« Reply #5 on: July 06, 2015, 05:05:07 PM »
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Thanks Jon. Nice if my posts can be of any use  :)
Lennart

svedblen

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Re: A shelf layout emerging from a turnout
« Reply #6 on: July 07, 2015, 12:16:17 PM »
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Today I started weathering the battered up ties, by giving them a wash of India Ink. I mixed the ink with plain tap water. No reason to go fancy with alcohol or similar stuff.



I made the mixed rather dark (whatever that is  :facepalm:). Which does not mean I took very much of the ink. You need always go easy with India Ink, and you'd better test on a loose tie before applying the wash to the "real" ties. Below is a comparison of some freshly washed ties (bottom of picture) and some that have had the time to dry for a few minutes. You can see that they turn lighter as they dry.



And here is what it looks like after a few hours. But this is only the base coat. I will come back and add other shades.



I also had the time to lay, sand and "scratch" the ties on the other side of the turnout.

Lennart

svedblen

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Re: A shelf layout emerging from a turnout
« Reply #7 on: July 09, 2015, 08:56:27 AM »
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I have applied one more wash to the ties, this time brown with some yellow mixed in. The purpose being to kill the somewhat greenish effect of the dry and diluted India Ink, and also to simply create an overall color variation.  Once again, I used nothing fancy but what I had at hand - light brown hobby acrylics and yellow from a children's watercolor set, mixed in plain tap water. Here what it looks when just applied.



And when having dried. On purpose, the effect is quite subtle.



Lennart

JSL

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Re: A shelf layout emerging from a turnout
« Reply #8 on: July 09, 2015, 11:51:11 AM »
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That looks great! Ties colour looks good to my eye!

svedblen

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Re: A shelf layout emerging from a turnout
« Reply #9 on: July 09, 2015, 04:38:39 PM »
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That looks great! Ties colour looks good to my eye!

Thanks, but I'm not done yet  :facepalm:
Lennart

central.vermont

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Re: A shelf layout emerging from a turnout
« Reply #10 on: July 09, 2015, 08:43:09 PM »
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Thanks, but I'm not done yet  :facepalm:

This is true. I think you need to have a couple look like they are close to new creosote like they just changed out a couple.

Must resist buying O scale stuff. I feel myself going over to the other side.  :scared:  :D

Jon

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Re: A shelf layout emerging from a turnout
« Reply #11 on: July 10, 2015, 01:41:16 PM »
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Fantastic work; I really enjoy following your process in this step-by-step format. Detailed trackwork like this tempts me to make a foray into the dark, inviting depths of the large-scale world.
-Tim Gill
Subscribe to/Visit my Model Railraoding blog: www.marmionvalley.blogspot.com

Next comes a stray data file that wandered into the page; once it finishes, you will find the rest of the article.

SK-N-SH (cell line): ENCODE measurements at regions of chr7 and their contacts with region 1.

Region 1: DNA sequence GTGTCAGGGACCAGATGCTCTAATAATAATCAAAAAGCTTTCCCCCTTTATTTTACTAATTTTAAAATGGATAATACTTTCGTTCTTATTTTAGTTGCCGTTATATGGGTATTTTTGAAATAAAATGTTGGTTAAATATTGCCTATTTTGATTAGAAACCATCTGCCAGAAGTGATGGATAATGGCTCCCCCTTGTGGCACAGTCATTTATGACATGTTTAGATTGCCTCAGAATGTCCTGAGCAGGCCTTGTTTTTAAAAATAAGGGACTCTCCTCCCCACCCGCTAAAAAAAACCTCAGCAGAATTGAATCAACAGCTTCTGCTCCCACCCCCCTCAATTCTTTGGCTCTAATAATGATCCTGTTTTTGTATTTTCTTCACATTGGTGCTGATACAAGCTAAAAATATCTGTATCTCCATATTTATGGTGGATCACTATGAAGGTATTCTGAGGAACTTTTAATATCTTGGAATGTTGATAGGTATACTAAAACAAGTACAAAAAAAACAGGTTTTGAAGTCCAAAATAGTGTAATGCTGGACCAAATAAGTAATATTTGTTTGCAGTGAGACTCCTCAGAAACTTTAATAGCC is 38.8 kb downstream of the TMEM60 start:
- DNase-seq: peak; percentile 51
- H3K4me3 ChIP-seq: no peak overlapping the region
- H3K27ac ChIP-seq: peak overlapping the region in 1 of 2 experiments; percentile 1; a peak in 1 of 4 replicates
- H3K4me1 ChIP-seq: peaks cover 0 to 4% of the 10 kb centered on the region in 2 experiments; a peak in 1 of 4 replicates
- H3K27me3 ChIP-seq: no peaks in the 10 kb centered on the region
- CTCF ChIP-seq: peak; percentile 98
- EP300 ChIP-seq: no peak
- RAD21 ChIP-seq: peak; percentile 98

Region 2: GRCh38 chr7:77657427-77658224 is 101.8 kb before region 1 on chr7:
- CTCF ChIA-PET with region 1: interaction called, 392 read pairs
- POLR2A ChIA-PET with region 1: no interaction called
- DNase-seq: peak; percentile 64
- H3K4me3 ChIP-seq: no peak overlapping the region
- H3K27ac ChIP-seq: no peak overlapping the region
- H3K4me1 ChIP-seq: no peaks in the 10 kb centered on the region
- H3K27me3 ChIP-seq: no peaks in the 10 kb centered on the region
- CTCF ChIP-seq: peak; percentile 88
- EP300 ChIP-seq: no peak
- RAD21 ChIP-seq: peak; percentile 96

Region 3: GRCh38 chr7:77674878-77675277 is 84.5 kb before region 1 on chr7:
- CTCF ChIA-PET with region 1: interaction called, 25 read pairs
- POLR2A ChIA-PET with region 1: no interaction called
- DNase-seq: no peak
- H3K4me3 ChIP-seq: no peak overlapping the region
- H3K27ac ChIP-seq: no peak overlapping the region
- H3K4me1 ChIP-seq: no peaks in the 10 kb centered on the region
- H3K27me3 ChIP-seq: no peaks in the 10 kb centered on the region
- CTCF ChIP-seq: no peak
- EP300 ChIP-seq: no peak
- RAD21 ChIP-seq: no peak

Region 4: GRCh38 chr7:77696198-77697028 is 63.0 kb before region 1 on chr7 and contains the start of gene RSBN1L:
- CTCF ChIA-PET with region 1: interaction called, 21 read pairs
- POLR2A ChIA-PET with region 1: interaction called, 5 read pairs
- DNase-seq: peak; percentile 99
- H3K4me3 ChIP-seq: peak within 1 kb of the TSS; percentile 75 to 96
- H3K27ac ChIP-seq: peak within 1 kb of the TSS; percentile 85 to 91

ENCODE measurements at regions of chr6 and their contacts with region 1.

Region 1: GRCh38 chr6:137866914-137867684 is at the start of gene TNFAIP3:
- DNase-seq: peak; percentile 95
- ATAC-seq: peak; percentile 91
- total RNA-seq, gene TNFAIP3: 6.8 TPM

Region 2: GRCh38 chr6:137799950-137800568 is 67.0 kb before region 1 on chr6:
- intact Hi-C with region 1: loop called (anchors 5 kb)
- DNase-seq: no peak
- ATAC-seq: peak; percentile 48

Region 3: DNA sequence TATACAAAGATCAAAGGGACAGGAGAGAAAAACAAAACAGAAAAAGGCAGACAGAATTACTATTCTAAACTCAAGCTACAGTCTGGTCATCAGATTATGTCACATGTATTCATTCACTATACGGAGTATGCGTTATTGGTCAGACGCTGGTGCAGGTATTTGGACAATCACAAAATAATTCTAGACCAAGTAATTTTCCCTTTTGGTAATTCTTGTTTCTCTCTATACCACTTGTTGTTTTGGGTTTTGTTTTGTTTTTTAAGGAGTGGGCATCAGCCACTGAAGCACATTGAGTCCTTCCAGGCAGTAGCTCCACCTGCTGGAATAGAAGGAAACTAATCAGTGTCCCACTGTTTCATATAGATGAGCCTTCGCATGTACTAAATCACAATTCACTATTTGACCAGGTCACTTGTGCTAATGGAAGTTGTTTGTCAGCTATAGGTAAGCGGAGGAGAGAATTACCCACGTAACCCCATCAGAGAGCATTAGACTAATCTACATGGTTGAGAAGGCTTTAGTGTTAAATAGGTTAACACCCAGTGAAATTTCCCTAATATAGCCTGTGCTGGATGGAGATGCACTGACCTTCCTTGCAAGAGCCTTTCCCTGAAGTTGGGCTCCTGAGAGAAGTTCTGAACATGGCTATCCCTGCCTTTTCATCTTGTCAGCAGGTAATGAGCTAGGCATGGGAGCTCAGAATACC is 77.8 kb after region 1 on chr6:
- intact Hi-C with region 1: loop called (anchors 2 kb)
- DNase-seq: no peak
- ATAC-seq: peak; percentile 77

svedblen

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Re: A shelf layout emerging from a turnout
« Reply #12 on: July 10, 2015, 03:49:23 PM »
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Thank you guys.

I think you need to have a couple look like they are close to new creosote like they just changed out a couple.
Good idea. I might come back later and change out a few ties before I lay the track.

But first I wanted to finish up the basic weathering. The next and last step in that process was to go for the sun bleached look. I did that using a trick I think I picked up somewhere on the Proto:87 Stores  web page http://www.proto87.com/, but that was before it got its new look. Anyway, the advice was to use  oil paints, namely a mix of Titanium White and Ultramarine Blue. More of the former and less of the latter. Do not make an even mix, but more of a "hotchpotch", like this.



I sort of dry-brushed this on top of the ties, with quite a stiff brush. After which I smeared the paint out with a piece of cloth, which also got rid of any excess. I also highlighted the ends of the ties with the same kind of dry-brushing.



Once the track has been laid, and rust is applied to the track and the tie plates, the ties will also get its share of rust coloring. But that is later...
Lennart

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Re: A shelf layout emerging from a turnout
« Reply #13 on: July 10, 2015, 07:16:54 PM »
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Try making plastic and PC board ties look like that, even harder  :scared:

svedblen

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Re: A shelf layout emerging from a turnout
« Reply #14 on: July 12, 2015, 01:39:50 PM »
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...I think you need to have a couple look like they are close to new creosote like they just changed out a couple..
Being done weathering all the ties I went back to follow Jon's advice.

I pried a few ties loose...



... and glued new ones in their place. Two of them here, and the other two in two other spots.



I then applied a tar colored stain I had around, but I guess any dark brown, close to black, stain or wash would do. I applied it generously to get a dark creosote like look. I also dry-brushed on a yellow and red mix of oil paints to simulate excess creosote oozing out (or whatever it is that gives the ties that orange look in places). Here is what I ended up with.





Now I consider myself done with the ties and could have proceeded with track laying, but since I am still waiting for a shipment of parts, tie plates among others, that has to wait. Instead I think I will do the ballasting. I know people who hand lay track often do the ballast before the track, but  it will be a new experience for me.
Lennart